Product trademarks fall into five categories. In general terms, these marks can be a generic brand, a descriptive brand, a suggestive brand, an imaginative brand, or an arbitrary brand. The USPTO classifies trademarks primarily based on the nature of the product in relation to the brand in question. An arbitrary mark draws words or phrases from the vernacular.
However, these words should have no relation to the products they mean. The caveat then becomes the increase in the cost of advertising strategies. Efforts should focus on instilling the audience with the new semantic association. However, this should not be discouraging, as success would mean significant benefits.
Take Apple, for example, a brand that bears the name of a fruit. It sells electronic products known not only as luxury devices, but also, ironically, as non-edible products. A considerable part of its success is attributable to the synergy of its effective marketing and its careful management of Intellectual Property. Almost anything can be a trademark if you indicate the source of your products and services.
It can be a word, a slogan, a design, or a combination of these. It can even be a sound, a scent, or a color. Despite the fact, only a fraction of the population knows the exact purpose of a brand, and even fewer people can identify its general types. Other types of trademarks include certification marks, collective membership marks, and collective trademarks.
When you understand the types of trademarks, you can make sure to apply for one that gets approval and raises awareness for your brand. This type of trademark shows the belonging of each person and distinguishes services or products from those that do not belong to the group. When filing a trademark, the applicant may choose any of the above-mentioned types of marks based on the nature of the trademark. It's best to fully understand each type so that you can choose one that may qualify for protection under trademark laws.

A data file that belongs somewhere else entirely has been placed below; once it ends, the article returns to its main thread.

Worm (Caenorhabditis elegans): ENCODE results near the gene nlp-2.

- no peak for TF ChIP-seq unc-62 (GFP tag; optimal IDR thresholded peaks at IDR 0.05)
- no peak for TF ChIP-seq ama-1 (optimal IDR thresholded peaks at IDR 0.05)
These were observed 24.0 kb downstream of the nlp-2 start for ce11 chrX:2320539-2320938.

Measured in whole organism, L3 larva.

If you need help with the types of trademarks, you can post your question or concern on the UpCounsel marketplace. Whatever the type of trademark, the purpose of the trademark is the same: to distinguish the source of goods or services and to guarantee consumers the quality of the product or service. Unlike other types of trademarks, a certification mark is used by an authorized user, not the owner. When applying for trademark protection, it's important to understand the differences between each type.
Understanding the different types will also help you know if you need to make changes to your brand before applying for a brand.